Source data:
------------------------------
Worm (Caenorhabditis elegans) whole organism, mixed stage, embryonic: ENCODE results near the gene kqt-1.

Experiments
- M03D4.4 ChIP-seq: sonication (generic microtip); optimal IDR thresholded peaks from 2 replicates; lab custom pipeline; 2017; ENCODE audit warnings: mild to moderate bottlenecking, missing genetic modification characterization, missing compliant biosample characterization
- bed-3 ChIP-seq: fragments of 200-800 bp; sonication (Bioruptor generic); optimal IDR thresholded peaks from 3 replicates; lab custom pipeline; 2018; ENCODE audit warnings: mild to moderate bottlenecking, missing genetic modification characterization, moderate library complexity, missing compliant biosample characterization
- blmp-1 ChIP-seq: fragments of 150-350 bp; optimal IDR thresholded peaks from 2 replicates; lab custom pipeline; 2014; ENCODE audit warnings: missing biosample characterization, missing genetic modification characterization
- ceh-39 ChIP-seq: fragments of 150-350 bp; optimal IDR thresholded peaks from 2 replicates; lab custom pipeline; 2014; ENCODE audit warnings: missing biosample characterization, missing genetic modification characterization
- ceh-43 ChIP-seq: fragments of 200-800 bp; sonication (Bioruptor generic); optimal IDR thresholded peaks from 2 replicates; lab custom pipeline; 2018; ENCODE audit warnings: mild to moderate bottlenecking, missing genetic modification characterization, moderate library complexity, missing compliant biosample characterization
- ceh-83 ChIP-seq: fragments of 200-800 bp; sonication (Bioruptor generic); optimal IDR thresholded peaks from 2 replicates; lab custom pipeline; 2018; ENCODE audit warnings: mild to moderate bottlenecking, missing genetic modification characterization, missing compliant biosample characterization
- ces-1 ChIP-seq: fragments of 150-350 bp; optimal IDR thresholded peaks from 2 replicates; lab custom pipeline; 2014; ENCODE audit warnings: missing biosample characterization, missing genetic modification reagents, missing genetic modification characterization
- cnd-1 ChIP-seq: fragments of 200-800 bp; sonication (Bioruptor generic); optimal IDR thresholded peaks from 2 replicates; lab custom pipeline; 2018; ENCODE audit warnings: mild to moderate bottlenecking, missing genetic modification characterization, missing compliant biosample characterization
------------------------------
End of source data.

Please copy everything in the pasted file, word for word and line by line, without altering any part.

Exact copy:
Worm (Caenorhabditis elegans) whole organism, mixed stage, embryonic: ENCODE results near the gene kqt-1.

Experiments
- M03D4.4 ChIP-seq: sonication (generic microtip); optimal IDR thresholded peaks from 2 replicates; lab custom pipeline; 2017; ENCODE audit warnings: mild to moderate bottlenecking, missing genetic modification characterization, missing compliant biosample characterization
- bed-3 ChIP-seq: fragments of 200-800 bp; sonication (Bioruptor generic); optimal IDR thresholded peaks from 3 replicates; lab custom pipeline; 2018; ENCODE audit warnings: mild to moderate bottlenecking, missing genetic modification characterization, moderate library complexity, missing compliant biosample characterization
- blmp-1 ChIP-seq: fragments of 150-350 bp; optimal IDR thresholded peaks from 2 replicates; lab custom pipeline; 2014; ENCODE audit warnings: missing biosample characterization, missing genetic modification characterization
- ceh-39 ChIP-seq: fragments of 150-350 bp; optimal IDR thresholded peaks from 2 replicates; lab custom pipeline; 2014; ENCODE audit warnings: missing biosample characterization, missing genetic modification characterization
- ceh-43 ChIP-seq: fragments of 200-800 bp; sonication (Bioruptor generic); optimal IDR thresholded peaks from 2 replicates; lab custom pipeline; 2018; ENCODE audit warnings: mild to moderate bottlenecking, missing genetic modification characterization, moderate library complexity, missing compliant biosample characterization
- ceh-83 ChIP-seq: fragments of 200-800 bp; sonication (Bioruptor generic); optimal IDR thresholded peaks from 2 replicates; lab custom pipeline; 2018; ENCODE audit warnings: mild to moderate bottlenecking, missing genetic modification characterization, missing compliant biosample characterization
- ces-1 ChIP-seq: fragments of 150-350 bp; optimal IDR thresholded peaks from 2 replicates; lab custom pipeline; 2014; ENCODE audit warnings: missing biosample characterization, missing genetic modification reagents, missing genetic modification characterization
- cnd-1 ChIP-seq: fragments of 200-800 bp; sonication (Bioruptor generic); optimal IDR thresholded peaks from 2 replicates; lab custom pipeline; 2018; ENCODE audit warnings: mild to moderate bottlenecking, missing genetic modification characterization, missing compliant biosample characterization